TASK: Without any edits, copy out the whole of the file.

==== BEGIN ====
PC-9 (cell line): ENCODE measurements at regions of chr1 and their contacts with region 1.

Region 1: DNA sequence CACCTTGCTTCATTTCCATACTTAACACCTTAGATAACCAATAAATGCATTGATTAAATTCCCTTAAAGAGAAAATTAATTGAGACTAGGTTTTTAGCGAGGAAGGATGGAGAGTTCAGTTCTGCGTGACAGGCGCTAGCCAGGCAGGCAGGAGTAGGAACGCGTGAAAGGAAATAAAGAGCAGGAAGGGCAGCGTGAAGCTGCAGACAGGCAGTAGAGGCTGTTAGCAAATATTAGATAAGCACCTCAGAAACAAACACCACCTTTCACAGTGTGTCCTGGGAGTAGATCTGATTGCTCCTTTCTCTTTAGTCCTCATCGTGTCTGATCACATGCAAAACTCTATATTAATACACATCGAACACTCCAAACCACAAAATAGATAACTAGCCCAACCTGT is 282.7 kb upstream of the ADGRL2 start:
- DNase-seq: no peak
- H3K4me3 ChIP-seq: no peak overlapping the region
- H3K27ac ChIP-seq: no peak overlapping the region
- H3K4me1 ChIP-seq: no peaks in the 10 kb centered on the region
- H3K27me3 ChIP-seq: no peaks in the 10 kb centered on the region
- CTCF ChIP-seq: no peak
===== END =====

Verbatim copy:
PC-9 (cell line): ENCODE measurements at regions of chr1 and their contacts with region 1.

Region 1: DNA sequence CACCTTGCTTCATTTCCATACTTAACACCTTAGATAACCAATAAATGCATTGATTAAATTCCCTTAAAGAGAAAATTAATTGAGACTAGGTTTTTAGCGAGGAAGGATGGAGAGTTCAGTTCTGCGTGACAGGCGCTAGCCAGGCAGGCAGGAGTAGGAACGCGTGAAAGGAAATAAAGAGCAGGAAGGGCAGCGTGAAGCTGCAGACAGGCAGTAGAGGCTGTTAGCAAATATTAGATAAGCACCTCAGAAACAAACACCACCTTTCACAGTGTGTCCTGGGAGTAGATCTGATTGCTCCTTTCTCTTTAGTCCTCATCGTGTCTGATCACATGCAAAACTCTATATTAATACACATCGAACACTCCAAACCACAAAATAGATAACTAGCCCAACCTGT is 282.7 kb upstream of the ADGRL2 start:
- DNase-seq: no peak
- H3K4me3 ChIP-seq: no peak overlapping the region
- H3K27ac ChIP-seq: no peak overlapping the region
- H3K4me1 ChIP-seq: no peaks in the 10 kb centered on the region
- H3K27me3 ChIP-seq: no peaks in the 10 kb centered on the region
- CTCF ChIP-seq: no peak